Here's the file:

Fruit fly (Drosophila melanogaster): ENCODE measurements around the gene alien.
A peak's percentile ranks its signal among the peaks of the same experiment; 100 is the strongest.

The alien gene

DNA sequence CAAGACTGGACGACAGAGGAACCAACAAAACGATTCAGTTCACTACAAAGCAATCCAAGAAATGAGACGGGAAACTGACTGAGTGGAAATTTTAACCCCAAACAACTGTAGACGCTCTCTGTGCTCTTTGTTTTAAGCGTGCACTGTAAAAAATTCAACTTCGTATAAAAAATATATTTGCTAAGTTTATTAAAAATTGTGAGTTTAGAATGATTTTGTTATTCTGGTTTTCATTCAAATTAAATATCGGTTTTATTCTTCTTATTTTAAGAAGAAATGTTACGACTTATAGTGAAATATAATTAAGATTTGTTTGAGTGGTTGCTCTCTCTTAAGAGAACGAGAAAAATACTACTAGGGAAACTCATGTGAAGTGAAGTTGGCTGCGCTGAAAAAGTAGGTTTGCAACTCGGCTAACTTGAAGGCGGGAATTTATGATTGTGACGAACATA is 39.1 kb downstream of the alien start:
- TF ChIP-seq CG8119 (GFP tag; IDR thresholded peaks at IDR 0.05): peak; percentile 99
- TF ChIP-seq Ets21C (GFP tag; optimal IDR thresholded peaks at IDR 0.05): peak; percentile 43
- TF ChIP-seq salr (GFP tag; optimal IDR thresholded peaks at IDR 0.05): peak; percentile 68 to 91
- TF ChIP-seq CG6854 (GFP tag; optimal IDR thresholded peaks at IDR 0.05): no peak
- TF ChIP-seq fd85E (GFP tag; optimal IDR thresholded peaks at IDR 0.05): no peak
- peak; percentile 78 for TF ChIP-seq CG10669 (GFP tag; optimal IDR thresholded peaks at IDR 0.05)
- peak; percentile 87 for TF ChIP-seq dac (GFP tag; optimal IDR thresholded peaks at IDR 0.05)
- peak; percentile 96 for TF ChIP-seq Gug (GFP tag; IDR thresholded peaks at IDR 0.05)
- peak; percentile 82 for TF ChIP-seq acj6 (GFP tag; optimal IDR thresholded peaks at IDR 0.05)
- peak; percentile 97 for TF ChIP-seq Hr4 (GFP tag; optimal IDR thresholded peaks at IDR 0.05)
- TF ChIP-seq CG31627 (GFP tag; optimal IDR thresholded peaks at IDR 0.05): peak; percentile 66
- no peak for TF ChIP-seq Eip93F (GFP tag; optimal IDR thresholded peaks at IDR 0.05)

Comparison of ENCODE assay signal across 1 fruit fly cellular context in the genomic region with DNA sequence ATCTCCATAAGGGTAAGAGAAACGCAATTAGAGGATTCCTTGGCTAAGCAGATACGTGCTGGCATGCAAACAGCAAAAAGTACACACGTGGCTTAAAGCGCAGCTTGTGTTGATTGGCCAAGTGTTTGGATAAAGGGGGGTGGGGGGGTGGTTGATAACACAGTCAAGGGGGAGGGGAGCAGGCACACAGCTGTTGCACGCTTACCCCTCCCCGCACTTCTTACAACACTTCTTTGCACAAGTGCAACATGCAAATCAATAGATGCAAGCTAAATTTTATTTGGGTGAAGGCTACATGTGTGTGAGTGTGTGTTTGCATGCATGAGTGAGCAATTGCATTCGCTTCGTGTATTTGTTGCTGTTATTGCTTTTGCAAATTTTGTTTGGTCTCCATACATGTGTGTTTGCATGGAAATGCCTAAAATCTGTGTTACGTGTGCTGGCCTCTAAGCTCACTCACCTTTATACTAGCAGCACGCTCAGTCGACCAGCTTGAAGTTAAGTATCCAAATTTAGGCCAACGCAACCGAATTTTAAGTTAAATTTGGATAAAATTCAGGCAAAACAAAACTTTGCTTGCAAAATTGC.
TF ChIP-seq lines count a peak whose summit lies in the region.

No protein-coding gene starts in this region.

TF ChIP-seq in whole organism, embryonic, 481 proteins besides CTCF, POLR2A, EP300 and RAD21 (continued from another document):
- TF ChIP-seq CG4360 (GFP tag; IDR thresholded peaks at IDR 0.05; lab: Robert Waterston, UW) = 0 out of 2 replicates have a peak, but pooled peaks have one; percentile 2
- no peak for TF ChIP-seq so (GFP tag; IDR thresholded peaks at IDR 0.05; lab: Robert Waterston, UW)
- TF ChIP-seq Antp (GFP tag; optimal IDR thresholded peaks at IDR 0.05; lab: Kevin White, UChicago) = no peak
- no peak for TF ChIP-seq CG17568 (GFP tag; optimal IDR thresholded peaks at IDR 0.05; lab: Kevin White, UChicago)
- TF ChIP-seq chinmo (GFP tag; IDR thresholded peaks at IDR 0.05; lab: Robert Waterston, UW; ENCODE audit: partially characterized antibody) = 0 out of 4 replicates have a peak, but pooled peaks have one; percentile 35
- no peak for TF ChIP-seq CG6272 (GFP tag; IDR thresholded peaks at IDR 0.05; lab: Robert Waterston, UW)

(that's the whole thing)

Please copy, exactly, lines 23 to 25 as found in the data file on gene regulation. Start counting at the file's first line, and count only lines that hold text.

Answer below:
- TF ChIP-seq Antp (GFP tag; optimal IDR thresholded peaks at IDR 0.05; lab: Kevin White, UChicago) = no peak
- no peak for TF ChIP-seq CG17568 (GFP tag; optimal IDR thresholded peaks at IDR 0.05; lab: Kevin White, UChicago)
- TF ChIP-seq chinmo (GFP tag; IDR thresholded peaks at IDR 0.05; lab: Robert Waterston, UW; ENCODE audit: partially characterized antibody) = 0 out of 4 replicates have a peak, but pooled peaks have one; percentile 35